Animal and nature lovers in Oshawa have just received an awesome gift! GM has decided to donate their wildlife reserve to the city of Oshawa. This is an exciting development for those from near and far who will get to experience the beauty of nature in all its glory when the site becomes available to the public. It is not very often that you see major corporations chipping in to save nature but GM has gone one step further by making this very generous donation. It is also another victory for humane wildlife control groups in Oshawa that have been lobbying for more green spaces to facilitate wildlife conservation.
McLaughlin Bay Wildlife Reserve, the land being donated, is close to Second Marsh and Darlington Provincial Park is a perfect addition to the wetlands of the province. The move will protect the area from being developed for industrial and commercial use. GM is doing more than just releasing the space into the city’s hands. The company has also pledged to help the city attain its sustainability and investment goals. The handover is GM’s way of signaling their commitment to investment in nature preservation and sustainability.
Who Really Benefits from a Move like This?
Of course, the people of Ontario can rejoice in the addition of one more space that will undoubtedly contribute to the mental and physical well-being of the thousands of visitors expected to stroll, hike or jog through its grounds annually.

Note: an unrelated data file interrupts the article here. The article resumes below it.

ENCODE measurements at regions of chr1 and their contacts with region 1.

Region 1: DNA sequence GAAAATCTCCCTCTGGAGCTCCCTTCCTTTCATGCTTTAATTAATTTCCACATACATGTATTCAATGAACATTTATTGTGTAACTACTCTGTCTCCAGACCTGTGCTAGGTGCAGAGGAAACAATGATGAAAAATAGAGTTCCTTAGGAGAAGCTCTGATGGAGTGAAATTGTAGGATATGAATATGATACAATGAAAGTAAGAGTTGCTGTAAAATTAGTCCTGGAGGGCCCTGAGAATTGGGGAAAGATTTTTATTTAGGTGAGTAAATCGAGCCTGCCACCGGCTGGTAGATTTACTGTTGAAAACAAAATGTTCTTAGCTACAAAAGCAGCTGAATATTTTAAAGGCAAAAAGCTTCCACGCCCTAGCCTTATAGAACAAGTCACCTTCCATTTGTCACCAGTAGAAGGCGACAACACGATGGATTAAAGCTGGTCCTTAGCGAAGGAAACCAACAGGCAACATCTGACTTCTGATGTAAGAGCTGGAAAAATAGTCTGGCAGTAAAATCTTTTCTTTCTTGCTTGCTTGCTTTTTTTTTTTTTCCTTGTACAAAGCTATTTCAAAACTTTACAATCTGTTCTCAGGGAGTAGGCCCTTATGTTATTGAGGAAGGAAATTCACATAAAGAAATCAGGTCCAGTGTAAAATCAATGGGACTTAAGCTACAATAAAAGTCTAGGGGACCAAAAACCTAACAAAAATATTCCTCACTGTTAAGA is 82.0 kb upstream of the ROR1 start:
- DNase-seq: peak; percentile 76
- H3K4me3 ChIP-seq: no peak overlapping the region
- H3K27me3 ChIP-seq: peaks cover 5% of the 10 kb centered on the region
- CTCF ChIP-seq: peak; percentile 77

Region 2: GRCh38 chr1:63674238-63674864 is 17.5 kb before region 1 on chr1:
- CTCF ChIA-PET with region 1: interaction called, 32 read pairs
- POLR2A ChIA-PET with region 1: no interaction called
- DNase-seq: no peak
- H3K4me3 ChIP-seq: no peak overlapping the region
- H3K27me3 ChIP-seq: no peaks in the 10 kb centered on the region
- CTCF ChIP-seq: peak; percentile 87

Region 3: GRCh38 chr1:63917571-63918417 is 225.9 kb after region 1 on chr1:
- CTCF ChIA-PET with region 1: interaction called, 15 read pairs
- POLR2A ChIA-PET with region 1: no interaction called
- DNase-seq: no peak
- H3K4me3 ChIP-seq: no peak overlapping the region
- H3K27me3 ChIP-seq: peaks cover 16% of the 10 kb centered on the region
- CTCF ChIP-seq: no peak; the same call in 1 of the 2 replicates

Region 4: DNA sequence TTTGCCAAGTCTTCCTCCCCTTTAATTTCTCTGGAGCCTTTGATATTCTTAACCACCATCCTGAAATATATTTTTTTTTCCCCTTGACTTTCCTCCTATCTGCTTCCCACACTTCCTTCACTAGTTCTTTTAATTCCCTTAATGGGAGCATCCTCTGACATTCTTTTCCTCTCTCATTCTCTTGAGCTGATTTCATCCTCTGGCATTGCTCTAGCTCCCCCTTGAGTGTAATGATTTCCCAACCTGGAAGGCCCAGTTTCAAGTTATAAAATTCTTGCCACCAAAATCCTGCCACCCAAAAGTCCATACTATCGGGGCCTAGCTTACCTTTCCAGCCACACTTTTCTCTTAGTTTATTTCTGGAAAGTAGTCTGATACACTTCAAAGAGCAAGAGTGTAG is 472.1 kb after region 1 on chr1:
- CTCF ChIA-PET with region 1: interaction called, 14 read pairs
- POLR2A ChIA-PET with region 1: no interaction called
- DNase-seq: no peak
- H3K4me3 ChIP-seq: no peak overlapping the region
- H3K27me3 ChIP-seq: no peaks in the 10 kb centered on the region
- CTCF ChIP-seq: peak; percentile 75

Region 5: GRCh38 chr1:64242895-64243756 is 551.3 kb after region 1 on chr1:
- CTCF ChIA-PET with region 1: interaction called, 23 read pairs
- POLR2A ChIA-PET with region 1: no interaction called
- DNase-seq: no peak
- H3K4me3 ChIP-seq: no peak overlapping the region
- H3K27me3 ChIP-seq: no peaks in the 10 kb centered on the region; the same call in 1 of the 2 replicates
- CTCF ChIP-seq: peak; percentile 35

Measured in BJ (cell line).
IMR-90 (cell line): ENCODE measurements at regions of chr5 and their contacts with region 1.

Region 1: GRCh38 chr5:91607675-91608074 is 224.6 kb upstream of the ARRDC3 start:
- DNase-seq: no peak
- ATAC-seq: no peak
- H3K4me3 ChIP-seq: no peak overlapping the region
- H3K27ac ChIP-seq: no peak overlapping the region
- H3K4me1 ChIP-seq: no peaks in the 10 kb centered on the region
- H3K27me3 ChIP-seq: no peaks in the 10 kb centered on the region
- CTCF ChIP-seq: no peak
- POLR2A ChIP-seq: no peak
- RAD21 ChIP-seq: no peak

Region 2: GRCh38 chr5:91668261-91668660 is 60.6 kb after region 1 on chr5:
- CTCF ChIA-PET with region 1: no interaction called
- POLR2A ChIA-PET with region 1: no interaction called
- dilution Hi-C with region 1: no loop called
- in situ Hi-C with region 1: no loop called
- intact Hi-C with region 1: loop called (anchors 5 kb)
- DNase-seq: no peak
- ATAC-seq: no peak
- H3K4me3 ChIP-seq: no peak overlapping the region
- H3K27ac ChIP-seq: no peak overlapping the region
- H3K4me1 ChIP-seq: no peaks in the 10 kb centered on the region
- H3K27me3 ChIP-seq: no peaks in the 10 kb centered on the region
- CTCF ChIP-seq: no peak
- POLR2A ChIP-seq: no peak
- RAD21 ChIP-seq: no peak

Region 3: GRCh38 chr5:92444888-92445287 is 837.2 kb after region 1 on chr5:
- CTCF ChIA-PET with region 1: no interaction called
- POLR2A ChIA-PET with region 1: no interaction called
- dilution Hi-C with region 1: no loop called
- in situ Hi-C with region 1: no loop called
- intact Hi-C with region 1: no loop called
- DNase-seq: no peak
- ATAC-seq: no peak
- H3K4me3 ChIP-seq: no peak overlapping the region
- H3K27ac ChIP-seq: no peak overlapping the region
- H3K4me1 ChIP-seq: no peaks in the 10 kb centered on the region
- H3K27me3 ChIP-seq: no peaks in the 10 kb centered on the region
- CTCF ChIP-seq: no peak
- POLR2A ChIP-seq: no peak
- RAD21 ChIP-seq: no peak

But the biggest winner in a move like this is Mother Nature herself. The more green spaces people establish the more stable the ecosystem will be. The roots of greenery growing on the grounds hold the soil together and prevent soil loss. The benefits do not stop there. Green spaces like this one also help to improve the quality of the water in the lakes, rivers and streams which in turn translates into better water quality in your home and workplace.
The Value of Wetlands
Green havens like this one help to keep Durham’s wetlands thriving. This means a better chance of survival for the many species that rely on wetlands to live. Amphibians like wood frogs, the spotted salamanders and some species of fish thrive in these environments. The same is true for other animals who feed on the wetlands inhabitants. Alongside these animals, you’ll also find a wide range of plant life and microorganisms. Without the wetlands, the animals disappear, making survival difficult for their predators.
Perfect Teaching Moments
Knowledge is power and for those who enter Ontario’s hiking trails and nature centers, this power is both alluring and life-changing. You never leave the same after spending some time in the middle of Nature’s splendour. Guides are usually available to answer your questions, providing you with intriguing and important facts about the space you’re exploring.
The teaching opportunities are often used by schools to educate students about the diversity of nature as well as good conservation practices. The province’s conservation sites host over 400,000 students in environmental education campaigns throughout each year. To top it all off, the hiking trails, picnic and camping areas and water features of these nature parks make them ideal spots to unwind.
To learn more about the importance of wildlife control and conservation, Skedaddle encourages everyone to visit one of Ontario’s beautiful provincial parks.